April 30, 2012 | last updated June 4, 2012 12:07 pm

Preschool chain expands brand further into state

Goddard School franchise owner Kimberly Kick has 124 pupils enrolled at her location in Orange. The company is looking to add as many as seven preschool sites in the Greater Hartford area over the next two years.

A Pennsylvania-based preschool chain plans to open as many as seven new centers in the Greater Hartford area over the next two years.

Goddard Schools already operates three schools in Connecticut: one in Glastonbury, one in Orange and one in Brookfield.

The Goddard School has been working for more than a year to open an 8,300-square-foot center in Farmington, said Jeff Travitz, director of franchise sales.

Goddard Systems Inc., the franchisee of the Goddard Schools, has created a niche by providing curriculum and enrichment courses to children ages 6 weeks to 6 years old in areas with high-income households.

The centers also offer after-school enrichment and summer enrichment programs. Targeted areas include the Hartford, New Haven, Fairfield and New London counties.

The company's business model is to open schools in stand-alone buildings on properties that have ample space for parking and playgrounds, said Travitz.

Franchisee Kimberly Kick opened the Goddard School in Orange in 2006 with 50 kids and 10 teachers. Today, the Old Tavern Road center includes a roster of 124 children and a staff of 23 faculty members, teachers and assistants.

Kick, who holds a master's degree in elementary curriculum, taught for 10 years before she decided to start her own business.

"When I started looking for something like The Goddard School for my kids, there were not a lot of options out there that appealed to us," said Kick, who has a son, 12 and a daughter, 9.

"So we started looking at how we could provide this service for other families," she said. "It's a feel-good business that has a positive impact on the families we serve. We maintain relationships with people even after they grow out of our school."

Kick spent two years looking for a site, obtaining the necessary permits and finding staff before she opened her school. Enrollment swelled to full capacity by 2008, the same year her business achieved profitability.

Kick and her husband, a state trooper, tapped into savings to finance the new business. Her parents bought the land and building, which they lease back to the couple.

The 8,000-square-foot schools, which typically cost $700,000 to outfit and takes 18 to 24 months to launch, house as many as 130 students, two directors, eight to 10 college-educated teachers and 10 to 15 assistants.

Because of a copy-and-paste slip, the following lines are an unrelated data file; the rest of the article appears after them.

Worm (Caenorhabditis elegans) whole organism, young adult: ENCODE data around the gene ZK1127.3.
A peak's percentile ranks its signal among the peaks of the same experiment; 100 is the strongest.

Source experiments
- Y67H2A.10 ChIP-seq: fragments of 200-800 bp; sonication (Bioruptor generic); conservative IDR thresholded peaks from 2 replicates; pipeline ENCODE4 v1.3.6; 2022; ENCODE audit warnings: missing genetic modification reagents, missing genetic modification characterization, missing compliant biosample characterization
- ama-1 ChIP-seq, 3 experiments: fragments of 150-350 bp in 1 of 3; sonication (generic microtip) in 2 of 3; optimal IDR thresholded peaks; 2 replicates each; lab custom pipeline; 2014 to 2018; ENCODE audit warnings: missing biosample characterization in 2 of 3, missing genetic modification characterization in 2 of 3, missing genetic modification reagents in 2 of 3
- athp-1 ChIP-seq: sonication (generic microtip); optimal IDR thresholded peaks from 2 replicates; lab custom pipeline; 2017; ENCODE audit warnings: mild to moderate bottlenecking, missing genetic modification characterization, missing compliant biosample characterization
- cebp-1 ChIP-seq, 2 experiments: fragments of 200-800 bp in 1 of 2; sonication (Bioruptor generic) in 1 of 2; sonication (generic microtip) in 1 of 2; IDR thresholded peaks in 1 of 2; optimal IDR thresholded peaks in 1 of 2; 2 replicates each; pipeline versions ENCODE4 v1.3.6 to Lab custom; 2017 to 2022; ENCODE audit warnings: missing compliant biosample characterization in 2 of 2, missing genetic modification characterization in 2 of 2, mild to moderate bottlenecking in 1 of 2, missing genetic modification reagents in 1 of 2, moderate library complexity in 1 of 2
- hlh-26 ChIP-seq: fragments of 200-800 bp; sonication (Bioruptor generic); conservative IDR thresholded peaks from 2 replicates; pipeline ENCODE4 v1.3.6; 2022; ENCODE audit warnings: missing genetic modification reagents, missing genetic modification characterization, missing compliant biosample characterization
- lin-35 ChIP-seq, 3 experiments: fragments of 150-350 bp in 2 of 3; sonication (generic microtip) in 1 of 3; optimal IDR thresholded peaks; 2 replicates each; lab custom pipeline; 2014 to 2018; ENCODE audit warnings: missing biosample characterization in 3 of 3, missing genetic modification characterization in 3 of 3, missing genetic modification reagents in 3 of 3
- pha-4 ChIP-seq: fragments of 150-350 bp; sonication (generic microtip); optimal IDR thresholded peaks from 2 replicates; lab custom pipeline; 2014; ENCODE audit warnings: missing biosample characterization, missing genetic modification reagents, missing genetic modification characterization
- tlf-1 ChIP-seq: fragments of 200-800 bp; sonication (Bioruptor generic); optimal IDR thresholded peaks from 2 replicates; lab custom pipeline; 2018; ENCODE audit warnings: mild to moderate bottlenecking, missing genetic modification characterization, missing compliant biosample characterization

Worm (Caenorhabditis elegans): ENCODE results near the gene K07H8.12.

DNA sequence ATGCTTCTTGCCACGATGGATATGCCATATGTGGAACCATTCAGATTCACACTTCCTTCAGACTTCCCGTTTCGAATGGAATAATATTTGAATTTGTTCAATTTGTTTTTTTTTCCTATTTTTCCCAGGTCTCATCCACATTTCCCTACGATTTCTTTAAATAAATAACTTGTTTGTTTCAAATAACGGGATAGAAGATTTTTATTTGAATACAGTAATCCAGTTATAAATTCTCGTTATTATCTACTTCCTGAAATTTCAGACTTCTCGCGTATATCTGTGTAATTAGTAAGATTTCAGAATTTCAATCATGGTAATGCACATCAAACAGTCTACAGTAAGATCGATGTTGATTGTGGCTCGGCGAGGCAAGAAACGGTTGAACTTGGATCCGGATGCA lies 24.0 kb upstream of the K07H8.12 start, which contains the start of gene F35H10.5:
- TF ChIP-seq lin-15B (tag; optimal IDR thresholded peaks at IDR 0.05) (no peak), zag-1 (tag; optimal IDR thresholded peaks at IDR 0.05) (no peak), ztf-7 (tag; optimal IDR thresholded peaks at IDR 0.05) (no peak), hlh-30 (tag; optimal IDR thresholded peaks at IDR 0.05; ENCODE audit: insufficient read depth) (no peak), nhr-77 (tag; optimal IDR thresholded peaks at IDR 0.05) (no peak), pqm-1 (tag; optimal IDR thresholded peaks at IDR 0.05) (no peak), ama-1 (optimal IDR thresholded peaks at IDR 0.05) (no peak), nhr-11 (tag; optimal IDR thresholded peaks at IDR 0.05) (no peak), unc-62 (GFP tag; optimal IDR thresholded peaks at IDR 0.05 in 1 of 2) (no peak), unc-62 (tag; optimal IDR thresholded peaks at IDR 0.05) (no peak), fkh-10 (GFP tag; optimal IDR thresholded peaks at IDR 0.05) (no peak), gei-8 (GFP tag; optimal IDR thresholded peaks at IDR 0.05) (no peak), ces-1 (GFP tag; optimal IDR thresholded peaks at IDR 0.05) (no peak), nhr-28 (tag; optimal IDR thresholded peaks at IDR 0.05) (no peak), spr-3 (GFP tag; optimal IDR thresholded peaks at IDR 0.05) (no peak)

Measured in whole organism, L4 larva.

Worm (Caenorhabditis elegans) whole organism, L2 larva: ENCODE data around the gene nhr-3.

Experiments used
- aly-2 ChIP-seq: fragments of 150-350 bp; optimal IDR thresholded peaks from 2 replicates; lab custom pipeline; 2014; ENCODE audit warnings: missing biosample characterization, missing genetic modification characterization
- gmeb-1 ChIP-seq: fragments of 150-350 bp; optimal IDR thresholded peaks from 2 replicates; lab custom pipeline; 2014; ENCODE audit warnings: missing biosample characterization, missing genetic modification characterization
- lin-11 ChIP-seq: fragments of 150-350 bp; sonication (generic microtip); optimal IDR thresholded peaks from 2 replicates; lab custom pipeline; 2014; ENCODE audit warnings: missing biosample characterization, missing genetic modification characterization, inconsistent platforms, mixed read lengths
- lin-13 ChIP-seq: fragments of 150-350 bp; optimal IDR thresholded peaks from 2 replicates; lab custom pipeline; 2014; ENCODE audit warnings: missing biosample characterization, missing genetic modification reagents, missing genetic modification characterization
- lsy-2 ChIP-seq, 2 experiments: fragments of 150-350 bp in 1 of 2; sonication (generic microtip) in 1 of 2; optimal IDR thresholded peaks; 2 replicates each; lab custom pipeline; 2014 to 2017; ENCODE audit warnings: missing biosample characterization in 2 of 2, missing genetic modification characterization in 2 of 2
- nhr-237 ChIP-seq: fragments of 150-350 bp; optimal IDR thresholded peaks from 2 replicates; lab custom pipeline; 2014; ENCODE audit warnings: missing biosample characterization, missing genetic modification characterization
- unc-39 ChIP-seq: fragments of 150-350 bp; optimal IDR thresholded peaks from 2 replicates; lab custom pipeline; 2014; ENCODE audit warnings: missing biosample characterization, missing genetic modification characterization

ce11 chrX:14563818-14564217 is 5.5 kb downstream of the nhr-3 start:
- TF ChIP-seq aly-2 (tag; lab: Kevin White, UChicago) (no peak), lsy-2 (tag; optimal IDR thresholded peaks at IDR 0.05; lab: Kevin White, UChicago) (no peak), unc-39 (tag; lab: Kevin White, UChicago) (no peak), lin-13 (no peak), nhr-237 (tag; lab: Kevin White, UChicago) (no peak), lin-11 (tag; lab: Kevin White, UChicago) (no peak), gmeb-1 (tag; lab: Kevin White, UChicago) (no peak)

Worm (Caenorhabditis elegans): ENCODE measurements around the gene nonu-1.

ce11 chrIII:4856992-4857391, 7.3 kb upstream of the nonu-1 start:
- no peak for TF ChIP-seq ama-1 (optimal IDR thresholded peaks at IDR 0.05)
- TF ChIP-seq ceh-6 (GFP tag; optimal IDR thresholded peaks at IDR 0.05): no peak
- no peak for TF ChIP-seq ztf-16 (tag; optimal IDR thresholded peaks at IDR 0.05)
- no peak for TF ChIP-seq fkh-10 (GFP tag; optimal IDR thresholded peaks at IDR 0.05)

Anthony Martino, who founded AAMCO Transmissions, started The Goddard School in 1986 and sold the first franchise in 1988. Today the company has 380 centers in 35 states and provides services to more than 45,000 children.

The childcare and early development market is a $59 billion a year industry catering to more than 24 million children under age 6 in the U.S. who are in some form of childcare program. The sector shows no signs of slowing down as it grows at a steady 5.4 percent annually. It is poised to grow to $71 billion by 2013.

Despite a shaky economy and weak lending climate, The Goddard School added 20 locations in 2011 across the U.S. This year, the company has a goal of opening another 20 new facilities nationwide. So far, it has opened 11 centers nationally, three of which are second school sites for existing franchisees.

Allison Dell, a former preschool teacher with a background in finance — a good blend of skills for operating an educational business — plans to open a second unit sometime this year in Banbury.

Dell, who has an 8-year-old daughter and two sons, 18 and 11, enrolled her children at Goddard in Brookfield in 2006. That same year, she started exploring the idea of building her own school. In 2007, she bought the business and took over operations.

"We're doing well here. Our enrollment for the next school year starting in September is full and we have a wait list," said Dell.

The privately-held franchise company would not disclose its financials.

The Goddard School historically set up its centers in the quiet suburbs. In 2007, the company followed its clients into the metro area in Columbus, Ohio where parents could easily drop off and pick up children on their way to and from work — and even visit during the day.

"We have young, affluent families that want easy, convenient access to good childcare," said Travitz.

While tuition varies depending on the number of days and hours a child attends, full-time generally runs about $1,000 a month.

The curriculum and enrichment courses offered at the Goddard School sets the business apart from typical daycare centers and neighborhood preschools. Early childhood education expert Dr. Kyle Pruett, child psychiatrist and clinical professor at Yale School of Medicine, provides curriculum material for the company.

The school also offers a wide variety of fun classes that could make working parents envious: yoga, technology and Spanish, to name a few.


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